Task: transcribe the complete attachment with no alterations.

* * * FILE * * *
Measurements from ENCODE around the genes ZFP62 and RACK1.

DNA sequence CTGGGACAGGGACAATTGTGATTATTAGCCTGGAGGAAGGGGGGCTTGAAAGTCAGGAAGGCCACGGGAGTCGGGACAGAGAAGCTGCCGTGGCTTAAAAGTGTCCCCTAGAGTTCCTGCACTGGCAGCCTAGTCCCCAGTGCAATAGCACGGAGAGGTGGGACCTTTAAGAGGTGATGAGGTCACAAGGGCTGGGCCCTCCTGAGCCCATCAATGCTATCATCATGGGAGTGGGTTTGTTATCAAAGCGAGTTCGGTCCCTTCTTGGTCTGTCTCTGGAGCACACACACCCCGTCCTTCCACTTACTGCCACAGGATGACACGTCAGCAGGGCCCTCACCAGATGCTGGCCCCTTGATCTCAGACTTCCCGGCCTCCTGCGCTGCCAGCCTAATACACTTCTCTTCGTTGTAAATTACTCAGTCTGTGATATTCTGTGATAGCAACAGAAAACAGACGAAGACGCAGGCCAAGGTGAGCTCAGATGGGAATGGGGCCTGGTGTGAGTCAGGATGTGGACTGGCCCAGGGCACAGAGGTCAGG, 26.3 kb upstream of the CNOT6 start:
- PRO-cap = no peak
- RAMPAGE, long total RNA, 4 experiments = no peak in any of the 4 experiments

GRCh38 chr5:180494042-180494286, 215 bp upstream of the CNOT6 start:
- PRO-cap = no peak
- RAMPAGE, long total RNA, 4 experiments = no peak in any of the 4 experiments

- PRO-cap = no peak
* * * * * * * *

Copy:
Measurements from ENCODE around the genes ZFP62 and RACK1.

DNA sequence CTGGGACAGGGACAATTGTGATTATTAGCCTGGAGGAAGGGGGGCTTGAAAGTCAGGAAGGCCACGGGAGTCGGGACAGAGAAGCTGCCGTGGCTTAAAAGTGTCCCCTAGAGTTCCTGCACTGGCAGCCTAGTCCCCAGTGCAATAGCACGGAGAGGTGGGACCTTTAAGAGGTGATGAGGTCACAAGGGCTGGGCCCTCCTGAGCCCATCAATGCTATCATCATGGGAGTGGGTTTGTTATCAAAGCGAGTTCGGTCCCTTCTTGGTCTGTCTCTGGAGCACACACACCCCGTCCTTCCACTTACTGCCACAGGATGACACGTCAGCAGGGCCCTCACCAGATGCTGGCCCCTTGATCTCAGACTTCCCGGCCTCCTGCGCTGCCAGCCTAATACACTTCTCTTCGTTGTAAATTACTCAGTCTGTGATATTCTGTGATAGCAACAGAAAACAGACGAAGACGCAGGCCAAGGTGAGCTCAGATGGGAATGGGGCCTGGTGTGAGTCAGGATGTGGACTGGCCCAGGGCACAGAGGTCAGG, 26.3 kb upstream of the CNOT6 start:
- PRO-cap = no peak
- RAMPAGE, long total RNA, 4 experiments = no peak in any of the 4 experiments

GRCh38 chr5:180494042-180494286, 215 bp upstream of the CNOT6 start:
- PRO-cap = no peak
- RAMPAGE, long total RNA, 4 experiments = no peak in any of the 4 experiments

- PRO-cap = no peak